Providing Internal DNS with OS X Server

Picture the scene: You’ve got a hosted Mac somewhere on the internet, you connect to it via a VPN to access the services you host on it, but you’d like to use domains to refer to these and have them look up correctly.

The solution to this (and to a bunch of similar problems) is to configure a DNS server internally to handle look ups for you. It’ll return internal-relevant IPs for domains (which could in this case be anything).

This is basically a much more specific version of Apple’s “Provide DNS service” article.

During these steps, you’ll need to:

  • Configure a forwarding server to route requests outside of the local network.
  • Set the lookup behavior to serve the local network.
  • Configure the VPN to provide the DNS server in it’s configuration.
  • Add a relevant zone.
  • Add the names and aliases needed to that zone.

Configure Forwarding Servers

It’s assumed you’ll configure this with whichever the upstream ISP provides. You can do this in’s DNS section under forwarding servers. They might well already be pre-populated.

Configure Lookup Behavior

The lookup behavior defines which networks the DNS server will be available to. You’ll want to configure both “The server itself” and “Clients on the local network” as the screenshot below shows:

DNS Server Lookup Behavior
DNS Server Lookup Behavior

Configure the VPN DNS Settings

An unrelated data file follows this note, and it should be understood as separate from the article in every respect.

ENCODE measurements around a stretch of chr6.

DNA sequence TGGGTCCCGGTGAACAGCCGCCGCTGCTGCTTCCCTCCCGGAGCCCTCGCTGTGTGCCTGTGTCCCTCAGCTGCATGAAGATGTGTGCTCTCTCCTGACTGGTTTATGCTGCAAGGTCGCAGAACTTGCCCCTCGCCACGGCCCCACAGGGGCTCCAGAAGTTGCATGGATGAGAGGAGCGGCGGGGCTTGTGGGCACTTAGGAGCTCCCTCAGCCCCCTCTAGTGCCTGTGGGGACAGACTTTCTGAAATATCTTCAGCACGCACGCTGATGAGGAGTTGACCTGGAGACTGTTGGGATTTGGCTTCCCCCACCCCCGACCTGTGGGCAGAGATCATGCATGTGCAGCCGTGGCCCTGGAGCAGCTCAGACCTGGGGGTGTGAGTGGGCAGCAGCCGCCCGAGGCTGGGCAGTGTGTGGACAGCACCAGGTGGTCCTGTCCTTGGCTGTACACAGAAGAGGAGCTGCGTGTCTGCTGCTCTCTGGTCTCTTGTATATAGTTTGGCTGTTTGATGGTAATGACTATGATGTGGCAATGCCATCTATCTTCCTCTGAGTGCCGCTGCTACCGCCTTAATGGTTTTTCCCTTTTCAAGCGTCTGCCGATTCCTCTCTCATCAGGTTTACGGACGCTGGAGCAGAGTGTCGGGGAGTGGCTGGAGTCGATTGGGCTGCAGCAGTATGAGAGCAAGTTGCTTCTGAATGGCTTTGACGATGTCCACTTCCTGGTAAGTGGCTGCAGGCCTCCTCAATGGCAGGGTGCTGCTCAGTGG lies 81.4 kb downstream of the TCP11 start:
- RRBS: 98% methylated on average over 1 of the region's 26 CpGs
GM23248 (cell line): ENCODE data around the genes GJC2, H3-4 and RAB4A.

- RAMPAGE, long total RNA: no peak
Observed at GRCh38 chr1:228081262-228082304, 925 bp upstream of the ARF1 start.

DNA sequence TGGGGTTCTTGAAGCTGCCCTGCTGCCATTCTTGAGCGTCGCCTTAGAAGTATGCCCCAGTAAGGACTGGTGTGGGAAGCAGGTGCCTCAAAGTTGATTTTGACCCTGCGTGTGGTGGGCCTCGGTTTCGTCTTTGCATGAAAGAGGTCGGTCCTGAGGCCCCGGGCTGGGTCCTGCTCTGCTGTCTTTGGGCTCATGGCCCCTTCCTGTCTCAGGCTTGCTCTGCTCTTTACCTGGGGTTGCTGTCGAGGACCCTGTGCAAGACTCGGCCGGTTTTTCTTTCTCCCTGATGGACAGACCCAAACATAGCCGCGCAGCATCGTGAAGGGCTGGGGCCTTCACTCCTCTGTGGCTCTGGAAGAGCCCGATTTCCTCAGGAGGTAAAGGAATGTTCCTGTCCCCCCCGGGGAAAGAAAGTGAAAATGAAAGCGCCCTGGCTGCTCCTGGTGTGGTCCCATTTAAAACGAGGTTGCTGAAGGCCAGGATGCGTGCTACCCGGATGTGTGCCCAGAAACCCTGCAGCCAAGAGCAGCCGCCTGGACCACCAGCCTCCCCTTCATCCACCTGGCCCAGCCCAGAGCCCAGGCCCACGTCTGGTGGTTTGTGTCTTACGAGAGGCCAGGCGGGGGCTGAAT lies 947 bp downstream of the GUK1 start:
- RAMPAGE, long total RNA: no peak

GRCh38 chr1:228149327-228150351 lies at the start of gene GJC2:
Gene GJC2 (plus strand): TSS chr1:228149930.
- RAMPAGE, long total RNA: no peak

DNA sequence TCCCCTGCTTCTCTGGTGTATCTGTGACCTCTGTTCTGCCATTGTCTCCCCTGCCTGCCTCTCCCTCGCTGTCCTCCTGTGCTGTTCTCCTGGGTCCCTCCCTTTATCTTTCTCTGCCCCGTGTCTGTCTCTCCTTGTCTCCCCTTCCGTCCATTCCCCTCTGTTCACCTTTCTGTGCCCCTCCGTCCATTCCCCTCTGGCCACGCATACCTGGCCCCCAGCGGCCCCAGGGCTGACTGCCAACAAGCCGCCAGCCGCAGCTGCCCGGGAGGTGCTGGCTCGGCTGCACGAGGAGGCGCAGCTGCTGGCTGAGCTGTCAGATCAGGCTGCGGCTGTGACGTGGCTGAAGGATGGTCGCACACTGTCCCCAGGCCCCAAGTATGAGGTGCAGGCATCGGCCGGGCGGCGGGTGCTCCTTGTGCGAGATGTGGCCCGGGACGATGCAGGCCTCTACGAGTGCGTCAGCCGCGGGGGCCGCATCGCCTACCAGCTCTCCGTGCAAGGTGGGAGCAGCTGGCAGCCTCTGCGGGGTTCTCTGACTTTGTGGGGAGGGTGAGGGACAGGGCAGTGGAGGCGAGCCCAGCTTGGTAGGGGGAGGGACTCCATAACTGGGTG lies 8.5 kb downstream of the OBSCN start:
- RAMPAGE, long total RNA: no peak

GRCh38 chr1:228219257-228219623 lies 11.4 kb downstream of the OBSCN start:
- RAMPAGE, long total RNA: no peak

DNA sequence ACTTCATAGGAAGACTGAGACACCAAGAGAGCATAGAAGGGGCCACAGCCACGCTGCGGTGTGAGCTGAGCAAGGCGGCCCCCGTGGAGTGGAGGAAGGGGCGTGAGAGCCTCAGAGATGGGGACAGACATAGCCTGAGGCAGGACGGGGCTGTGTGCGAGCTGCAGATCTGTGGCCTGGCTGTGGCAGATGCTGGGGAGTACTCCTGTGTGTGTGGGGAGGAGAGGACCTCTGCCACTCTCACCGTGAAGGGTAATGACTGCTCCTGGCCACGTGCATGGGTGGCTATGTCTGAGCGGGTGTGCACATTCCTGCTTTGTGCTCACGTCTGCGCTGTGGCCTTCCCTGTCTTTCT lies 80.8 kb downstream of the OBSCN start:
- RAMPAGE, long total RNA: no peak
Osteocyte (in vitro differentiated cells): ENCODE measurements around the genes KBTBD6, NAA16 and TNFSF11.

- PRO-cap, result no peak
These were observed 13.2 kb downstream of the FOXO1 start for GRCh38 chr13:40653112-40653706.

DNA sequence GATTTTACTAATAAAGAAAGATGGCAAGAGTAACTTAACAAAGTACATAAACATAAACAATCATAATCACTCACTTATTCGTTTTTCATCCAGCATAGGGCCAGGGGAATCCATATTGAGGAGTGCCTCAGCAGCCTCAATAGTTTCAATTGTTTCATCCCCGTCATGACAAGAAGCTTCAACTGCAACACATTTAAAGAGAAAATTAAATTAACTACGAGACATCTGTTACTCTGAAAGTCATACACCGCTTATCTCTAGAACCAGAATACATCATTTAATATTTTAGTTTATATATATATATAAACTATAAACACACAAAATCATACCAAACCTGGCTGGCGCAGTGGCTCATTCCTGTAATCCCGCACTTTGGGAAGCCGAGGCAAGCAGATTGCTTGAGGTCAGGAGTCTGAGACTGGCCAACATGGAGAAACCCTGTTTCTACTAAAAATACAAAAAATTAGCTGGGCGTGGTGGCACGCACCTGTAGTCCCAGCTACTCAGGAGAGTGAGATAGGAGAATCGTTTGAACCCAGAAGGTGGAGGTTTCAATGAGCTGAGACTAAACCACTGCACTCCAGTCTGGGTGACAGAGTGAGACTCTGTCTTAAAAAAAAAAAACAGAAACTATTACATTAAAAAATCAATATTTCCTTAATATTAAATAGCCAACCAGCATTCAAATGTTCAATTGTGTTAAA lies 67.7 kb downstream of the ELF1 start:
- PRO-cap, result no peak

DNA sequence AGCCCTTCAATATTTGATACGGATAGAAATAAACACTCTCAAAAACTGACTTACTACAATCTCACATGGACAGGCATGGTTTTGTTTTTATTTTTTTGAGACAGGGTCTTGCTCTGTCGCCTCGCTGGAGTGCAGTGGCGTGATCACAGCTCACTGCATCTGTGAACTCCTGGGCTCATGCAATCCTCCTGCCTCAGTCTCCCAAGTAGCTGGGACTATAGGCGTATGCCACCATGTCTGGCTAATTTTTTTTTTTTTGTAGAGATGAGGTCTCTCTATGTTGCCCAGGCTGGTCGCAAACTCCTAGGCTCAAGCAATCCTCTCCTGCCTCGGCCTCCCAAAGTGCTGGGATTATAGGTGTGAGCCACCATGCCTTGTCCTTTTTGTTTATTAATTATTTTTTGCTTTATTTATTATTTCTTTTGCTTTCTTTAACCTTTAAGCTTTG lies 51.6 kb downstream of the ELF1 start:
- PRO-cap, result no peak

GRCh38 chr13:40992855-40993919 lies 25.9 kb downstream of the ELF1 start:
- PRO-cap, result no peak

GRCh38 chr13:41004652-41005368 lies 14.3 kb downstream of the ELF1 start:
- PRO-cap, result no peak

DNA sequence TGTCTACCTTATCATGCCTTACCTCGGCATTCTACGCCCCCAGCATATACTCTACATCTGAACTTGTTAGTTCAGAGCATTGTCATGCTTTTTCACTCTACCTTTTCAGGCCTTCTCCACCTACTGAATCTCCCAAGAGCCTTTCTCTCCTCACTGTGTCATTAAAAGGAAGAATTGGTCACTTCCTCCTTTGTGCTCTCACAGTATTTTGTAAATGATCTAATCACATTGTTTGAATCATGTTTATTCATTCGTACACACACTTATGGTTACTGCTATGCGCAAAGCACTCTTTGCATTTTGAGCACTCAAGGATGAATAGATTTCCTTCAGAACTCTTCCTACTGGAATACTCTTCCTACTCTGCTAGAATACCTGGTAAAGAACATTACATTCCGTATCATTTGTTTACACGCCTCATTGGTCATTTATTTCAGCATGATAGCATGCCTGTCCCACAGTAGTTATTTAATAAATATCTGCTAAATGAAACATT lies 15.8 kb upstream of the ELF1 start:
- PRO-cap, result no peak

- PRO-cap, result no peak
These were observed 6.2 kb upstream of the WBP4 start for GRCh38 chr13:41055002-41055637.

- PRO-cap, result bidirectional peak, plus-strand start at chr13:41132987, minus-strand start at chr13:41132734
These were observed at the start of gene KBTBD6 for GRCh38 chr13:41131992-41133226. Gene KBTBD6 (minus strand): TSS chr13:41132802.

Next, switch to the VPN service and configure the local DNS server:

VPN DNS Settings
VPN DNS Settings

(Assuming is the local server IP.)

Create a Zone & Configure it

Switch back to the DNS Service. First, check “Show All Records” in the cog dropdown. Then, “Add Primary Zone”:

Adding the Primary Zone
Adding the Primary Zone

Next, add an A record by selecting “Add Machine Record”:

Adding an A record
Adding an A record


Finally, you can test that this all worked by using dig. On a device connected to the VPN you should get a result like the following:

$ dig

; <<>> DiG 9.8.3-P1 <<>>
;; global options: +cmd
;; Got answer:
;; ->>HEADER<<- opcode: QUERY, status: NOERROR, id: 42105
;; flags: qr aa rd ra; QUERY: 1, ANSWER: 1, AUTHORITY: 1, ADDITIONAL: 0

;      IN  A

;; ANSWER SECTION:   10800   IN  A

;; AUTHORITY SECTION:        10800   IN  NS

;; Query time: 153 msec
;; WHEN: Mon Jul  6 10:34:46 2015
;; MSG SIZE  rcvd: 64

If you get no result (or it forwards up to the external zone, you won’t see your internal IP listed. This would suggest that the DNS server isn’t specified correctly, or one of the other steps didn’t quite work right.